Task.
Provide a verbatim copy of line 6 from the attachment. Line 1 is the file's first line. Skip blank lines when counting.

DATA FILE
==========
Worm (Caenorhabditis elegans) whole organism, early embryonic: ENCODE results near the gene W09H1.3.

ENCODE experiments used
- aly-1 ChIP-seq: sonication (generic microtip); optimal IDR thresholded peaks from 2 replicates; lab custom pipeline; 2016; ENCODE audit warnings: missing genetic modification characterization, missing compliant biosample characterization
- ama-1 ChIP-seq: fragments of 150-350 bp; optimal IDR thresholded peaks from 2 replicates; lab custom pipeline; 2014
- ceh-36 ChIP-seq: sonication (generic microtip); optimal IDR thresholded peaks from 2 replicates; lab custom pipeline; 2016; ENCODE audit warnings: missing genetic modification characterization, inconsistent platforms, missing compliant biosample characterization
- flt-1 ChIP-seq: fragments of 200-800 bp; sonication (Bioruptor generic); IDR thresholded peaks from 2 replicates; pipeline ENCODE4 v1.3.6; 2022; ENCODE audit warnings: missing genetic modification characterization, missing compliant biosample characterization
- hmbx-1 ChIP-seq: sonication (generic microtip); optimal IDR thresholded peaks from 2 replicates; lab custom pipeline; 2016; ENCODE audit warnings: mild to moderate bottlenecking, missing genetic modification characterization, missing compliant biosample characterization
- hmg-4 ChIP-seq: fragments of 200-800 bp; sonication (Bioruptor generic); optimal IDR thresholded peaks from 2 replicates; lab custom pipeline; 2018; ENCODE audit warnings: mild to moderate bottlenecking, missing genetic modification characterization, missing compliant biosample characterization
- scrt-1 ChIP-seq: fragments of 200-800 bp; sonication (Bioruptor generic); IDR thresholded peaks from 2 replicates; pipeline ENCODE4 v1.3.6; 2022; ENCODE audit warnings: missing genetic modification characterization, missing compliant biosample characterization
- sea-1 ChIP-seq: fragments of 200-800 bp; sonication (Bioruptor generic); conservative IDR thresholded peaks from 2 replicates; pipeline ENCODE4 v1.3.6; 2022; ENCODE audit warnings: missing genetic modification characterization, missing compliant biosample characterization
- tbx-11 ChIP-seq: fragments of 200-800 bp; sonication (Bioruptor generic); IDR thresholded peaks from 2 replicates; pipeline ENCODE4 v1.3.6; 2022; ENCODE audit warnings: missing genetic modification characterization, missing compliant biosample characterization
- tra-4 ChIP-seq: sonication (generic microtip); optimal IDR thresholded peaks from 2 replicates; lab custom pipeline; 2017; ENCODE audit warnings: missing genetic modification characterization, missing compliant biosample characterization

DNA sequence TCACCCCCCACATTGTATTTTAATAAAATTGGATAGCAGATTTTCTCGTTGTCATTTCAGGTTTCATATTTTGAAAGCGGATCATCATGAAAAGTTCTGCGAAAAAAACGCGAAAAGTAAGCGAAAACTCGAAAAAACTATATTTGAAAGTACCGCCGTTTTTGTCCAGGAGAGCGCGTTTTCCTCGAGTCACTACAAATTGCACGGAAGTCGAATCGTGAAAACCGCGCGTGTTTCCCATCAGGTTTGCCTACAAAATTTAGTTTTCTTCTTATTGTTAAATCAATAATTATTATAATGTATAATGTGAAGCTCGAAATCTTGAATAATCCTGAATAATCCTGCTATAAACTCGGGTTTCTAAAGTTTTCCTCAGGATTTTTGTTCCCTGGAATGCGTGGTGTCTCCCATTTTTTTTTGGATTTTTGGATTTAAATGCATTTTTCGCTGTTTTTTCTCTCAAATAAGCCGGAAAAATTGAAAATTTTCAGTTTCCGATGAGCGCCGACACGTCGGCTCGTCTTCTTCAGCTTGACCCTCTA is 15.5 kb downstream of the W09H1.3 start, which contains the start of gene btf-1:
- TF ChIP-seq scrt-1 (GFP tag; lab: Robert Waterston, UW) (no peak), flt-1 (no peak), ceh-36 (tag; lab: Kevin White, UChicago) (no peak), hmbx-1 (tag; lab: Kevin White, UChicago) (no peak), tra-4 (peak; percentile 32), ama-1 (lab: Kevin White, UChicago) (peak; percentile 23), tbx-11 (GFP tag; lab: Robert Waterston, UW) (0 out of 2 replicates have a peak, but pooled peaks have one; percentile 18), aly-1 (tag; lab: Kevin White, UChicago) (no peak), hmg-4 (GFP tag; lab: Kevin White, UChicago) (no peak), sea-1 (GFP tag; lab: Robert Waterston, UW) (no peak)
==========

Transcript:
- flt-1 ChIP-seq: fragments of 200-800 bp; sonication (Bioruptor generic); IDR thresholded peaks from 2 replicates; pipeline ENCODE4 v1.3.6; 2022; ENCODE audit warnings: missing genetic modification characterization, missing compliant biosample characterization